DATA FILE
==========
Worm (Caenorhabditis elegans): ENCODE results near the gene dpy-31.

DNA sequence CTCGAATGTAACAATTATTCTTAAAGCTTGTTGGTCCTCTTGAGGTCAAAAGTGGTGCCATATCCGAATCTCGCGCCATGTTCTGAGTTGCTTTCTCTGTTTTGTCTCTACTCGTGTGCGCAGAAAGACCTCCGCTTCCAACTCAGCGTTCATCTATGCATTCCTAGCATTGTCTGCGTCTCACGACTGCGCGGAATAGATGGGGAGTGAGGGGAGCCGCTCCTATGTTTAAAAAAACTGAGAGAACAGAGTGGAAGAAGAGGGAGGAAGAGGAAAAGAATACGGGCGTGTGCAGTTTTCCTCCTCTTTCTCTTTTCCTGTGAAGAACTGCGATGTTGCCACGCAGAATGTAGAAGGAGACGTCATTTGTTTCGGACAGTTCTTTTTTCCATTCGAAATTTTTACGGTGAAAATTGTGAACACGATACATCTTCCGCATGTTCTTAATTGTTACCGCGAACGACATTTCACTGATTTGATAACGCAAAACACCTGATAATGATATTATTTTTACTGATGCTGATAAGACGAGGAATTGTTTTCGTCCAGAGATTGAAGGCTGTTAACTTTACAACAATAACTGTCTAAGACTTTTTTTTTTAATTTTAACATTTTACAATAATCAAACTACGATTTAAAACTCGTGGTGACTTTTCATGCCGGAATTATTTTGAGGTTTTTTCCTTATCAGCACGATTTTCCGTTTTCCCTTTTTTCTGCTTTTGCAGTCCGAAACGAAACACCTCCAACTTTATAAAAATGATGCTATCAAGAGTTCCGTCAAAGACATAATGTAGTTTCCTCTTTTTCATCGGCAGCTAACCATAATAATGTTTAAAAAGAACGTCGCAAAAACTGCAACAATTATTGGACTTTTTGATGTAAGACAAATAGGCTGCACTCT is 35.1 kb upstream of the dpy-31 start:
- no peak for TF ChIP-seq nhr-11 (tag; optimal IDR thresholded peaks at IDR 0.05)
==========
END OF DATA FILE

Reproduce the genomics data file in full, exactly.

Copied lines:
Worm (Caenorhabditis elegans): ENCODE results near the gene dpy-31.

DNA sequence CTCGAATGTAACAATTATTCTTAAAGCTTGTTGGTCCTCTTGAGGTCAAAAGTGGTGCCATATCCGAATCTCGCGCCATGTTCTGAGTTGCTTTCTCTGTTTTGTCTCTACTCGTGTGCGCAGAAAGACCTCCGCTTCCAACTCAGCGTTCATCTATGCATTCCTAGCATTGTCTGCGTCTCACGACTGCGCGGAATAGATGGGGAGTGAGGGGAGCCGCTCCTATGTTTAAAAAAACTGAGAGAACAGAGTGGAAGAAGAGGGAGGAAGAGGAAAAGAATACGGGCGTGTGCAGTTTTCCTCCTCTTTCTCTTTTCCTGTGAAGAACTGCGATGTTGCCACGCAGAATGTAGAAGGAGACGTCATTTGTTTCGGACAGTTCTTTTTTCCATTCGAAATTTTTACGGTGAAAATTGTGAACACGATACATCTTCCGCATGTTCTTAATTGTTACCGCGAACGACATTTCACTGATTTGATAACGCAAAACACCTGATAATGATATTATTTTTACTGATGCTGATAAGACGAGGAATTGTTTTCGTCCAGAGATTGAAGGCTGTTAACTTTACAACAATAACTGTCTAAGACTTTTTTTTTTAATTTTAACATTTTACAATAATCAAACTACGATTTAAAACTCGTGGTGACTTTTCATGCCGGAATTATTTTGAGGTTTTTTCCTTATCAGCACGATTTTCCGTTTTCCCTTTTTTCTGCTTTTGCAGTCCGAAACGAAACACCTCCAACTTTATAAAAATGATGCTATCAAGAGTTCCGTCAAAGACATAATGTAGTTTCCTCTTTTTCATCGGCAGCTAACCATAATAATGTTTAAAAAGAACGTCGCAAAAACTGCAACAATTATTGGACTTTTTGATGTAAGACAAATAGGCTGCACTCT is 35.1 kb upstream of the dpy-31 start:
- no peak for TF ChIP-seq nhr-11 (tag; optimal IDR thresholded peaks at IDR 0.05)